Lactose intolerance is a digestive problem experienced by many people throughout the world, with conceivably one in five people experiencing symptoms suggestive of this condition. However, quotas of lactose intolerance vary substantially between cultures, with merely one in 50 people of Northern European origin suffering from it to some extent. Conversely the majority of people of Chinese ancestry have some degree of lactose intolerance. A simple rationale to this divide may well be that in the past, countries such as East Asia and Africa might not have developed the capacity to adequately digest lactose due to the historical lack of fresh milk provision.
This condition is no respecter of age as it can arise at during all stages of life, including babies. Nevertheless, people aged between 20-40 years are the most common group to develop lactose intolerance. Rarely new born babies are lactose intolerant, and consequently will have to avoid any foodstuffs that contain lactose for their lifetimes. There is a genetic link associated with lactose intolerance, and for those families affected, symptoms usually arise at some stage between teenager and adult years.
Where is lactose found?
Lactose is located in every mammal’s milk and in like for like amounts. Cows’ milk, goats’ milk, buffalo milk and sheep’s’ milk all contain lactose.
What is lactose intolerance?
Milk sugar (medically termed as lactose) is located in milk, and can only be absorbed by the body if it alters into simple sugars labelled as glucose and galactose. This modification occurs when the lactose goes beyond the stomach into the higher portion of the small intestine, and makes a connection with a chemical named lactase, and this is made by cells that line the higher component of the small intestine. Therefore lactose intolerance is as a result of insufficient lactase in the small intestine, and consequently the inability to be broken down, and absorbed.
Who may have lactose intolerance?
Some people start out in life with a predisposition to acquire intolerance to lactose, whilst other people may develop this condition as a consequence of chemotherapy treatment or indeed gastroenteritis, although this may resolve over time. Importantly the level of intolerance varies, as some people may be able to cope with small amounts, whereas for people who have extreme intolerance a small amount of milk consumed may instigate immediate symptoms. This article will expand on the different types of lactose intolerance in a dedicated separate section!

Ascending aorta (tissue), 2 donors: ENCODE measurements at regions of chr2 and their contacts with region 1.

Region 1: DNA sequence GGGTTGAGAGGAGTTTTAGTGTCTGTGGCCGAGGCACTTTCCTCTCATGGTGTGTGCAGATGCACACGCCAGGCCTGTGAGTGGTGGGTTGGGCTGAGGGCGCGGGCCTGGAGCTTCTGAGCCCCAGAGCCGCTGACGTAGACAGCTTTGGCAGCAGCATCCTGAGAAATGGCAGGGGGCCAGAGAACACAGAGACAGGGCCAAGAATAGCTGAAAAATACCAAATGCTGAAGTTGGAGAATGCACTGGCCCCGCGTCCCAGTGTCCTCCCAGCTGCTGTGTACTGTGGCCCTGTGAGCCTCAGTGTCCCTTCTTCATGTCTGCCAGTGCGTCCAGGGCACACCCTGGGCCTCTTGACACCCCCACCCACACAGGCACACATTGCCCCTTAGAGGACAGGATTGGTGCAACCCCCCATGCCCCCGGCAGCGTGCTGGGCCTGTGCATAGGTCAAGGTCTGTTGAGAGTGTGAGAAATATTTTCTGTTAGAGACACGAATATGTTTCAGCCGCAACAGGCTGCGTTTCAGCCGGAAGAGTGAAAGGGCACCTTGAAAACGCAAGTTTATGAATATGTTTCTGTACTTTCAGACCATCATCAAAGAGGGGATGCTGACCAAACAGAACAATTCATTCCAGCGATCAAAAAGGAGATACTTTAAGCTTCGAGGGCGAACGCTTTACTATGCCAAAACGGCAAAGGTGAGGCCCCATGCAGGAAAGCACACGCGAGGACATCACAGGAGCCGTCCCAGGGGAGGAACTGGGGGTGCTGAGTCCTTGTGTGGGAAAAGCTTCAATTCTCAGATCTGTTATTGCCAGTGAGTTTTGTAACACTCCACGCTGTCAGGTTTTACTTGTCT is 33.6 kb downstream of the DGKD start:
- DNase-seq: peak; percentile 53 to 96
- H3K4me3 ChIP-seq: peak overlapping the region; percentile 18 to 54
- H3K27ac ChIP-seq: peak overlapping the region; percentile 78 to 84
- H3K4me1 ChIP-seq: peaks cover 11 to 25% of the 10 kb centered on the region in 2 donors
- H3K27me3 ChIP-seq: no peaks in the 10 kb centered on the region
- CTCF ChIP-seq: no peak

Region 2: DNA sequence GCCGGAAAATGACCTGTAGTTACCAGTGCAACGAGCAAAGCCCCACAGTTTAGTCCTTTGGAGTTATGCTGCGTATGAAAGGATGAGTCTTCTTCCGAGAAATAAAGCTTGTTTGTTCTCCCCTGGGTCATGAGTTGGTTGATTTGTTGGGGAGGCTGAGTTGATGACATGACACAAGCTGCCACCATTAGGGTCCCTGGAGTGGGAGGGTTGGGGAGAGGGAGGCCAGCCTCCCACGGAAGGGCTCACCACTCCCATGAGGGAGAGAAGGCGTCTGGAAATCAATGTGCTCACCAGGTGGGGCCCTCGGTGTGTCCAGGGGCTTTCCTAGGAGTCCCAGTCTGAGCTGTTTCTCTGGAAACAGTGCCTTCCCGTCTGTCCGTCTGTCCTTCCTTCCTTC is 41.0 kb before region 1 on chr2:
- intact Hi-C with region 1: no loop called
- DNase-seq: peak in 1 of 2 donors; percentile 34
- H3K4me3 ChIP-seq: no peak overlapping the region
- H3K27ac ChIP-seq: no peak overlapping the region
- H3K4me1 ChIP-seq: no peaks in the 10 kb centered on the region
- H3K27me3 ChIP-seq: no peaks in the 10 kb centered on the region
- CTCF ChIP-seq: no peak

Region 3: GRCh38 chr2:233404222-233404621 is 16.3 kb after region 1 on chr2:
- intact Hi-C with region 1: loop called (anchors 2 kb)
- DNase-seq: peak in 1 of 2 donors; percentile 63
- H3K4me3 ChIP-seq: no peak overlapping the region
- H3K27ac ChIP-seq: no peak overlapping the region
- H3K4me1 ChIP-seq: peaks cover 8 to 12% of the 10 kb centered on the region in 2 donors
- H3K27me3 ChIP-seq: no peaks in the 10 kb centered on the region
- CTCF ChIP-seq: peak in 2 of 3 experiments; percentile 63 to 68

Symptoms may include, stomach pains, diarrhoea, and bloating, if any milk or its derivatives, such as butter etc. is consumed. In toddlers and babies, although rare, the symptoms may be more severe as they may experience nutrition deficiency and delayed development.
Can this condition be known as an allergy?
Simple answer to this question is NO! As the only symptoms suffered as those associated directly with the digestive system. An allergy to milk per se would affect your immune system, as the culprit is an allergic reaction due to the proteins located in milk, with the consequence of allergy related symptoms.
Causes of lactose intolerance?
Previously in this article we have briefly outlined the different types, and this section we will fully expand on the different forms of lactose intolerance.
Innate, (i.e. familial form) lactase deficiency is divided into 2 components
- Primary lactase deficiency: this category is produced due to minimal amounts of lactase, and symptoms can occur at any age, however atypically prior to 6
- Congenital lactase deficiency: lactose intolerance symptoms manifest almost immediately following birth, as soon as the baby is fed with either breast milk or formula.
Secondary lactase deficiency
This occurs due to something that causes injury to the lactose producing cells in the lining of the small intestine. More prevalent in children, and frequently transpires following a stomach infection, such as bacterial or viral gastroenteritis. However, this type may also result as a subsequent complication of chemotherapy or indeed other bowel disorders.
Developmental lactase deficiency
Following the birth of a baby, sufficient levels of lactase take time to accumulate in the digestive system, and consequently babies born prior to 34 weeks gestation (normal is 40 weeks) might be born with an extremely low amount of lactase, which results in a impermanent lactose intolerance. However, happily this goes as the baby matures.
Products that contain lactose
- Milk powder- including skimmed milk powder
- Milk drinks – including malted milk drinks
- Cheese and all its derivatives
- Butter and margarine (with the exception of dairy free)
- Whey- including whey syrup sweetener
- Milk sugar solids
- All processed foods may contain lactose – always check the labels
If you are one of those unfortunate people who suffer with lactose intolerance, your enjoyment of food and drinks need not suffer. Soya milk easily obtainable from all supermarkets is both delicious and inexpensive, and can be used as a substitute for all your cooking requirements. However, a note of caution must be stated here that babies MUST only be given any Soya milk or weaning foods that contain soy, under the direct supervision of a GP and or a dietician, as babies under 12 months old require a very specific nutrition regime.
To complete this article on a more optimistic note, many people will recover from this condition over time, and can again drink a glass of cold milk straight from the fridge without any adverse health repercussions.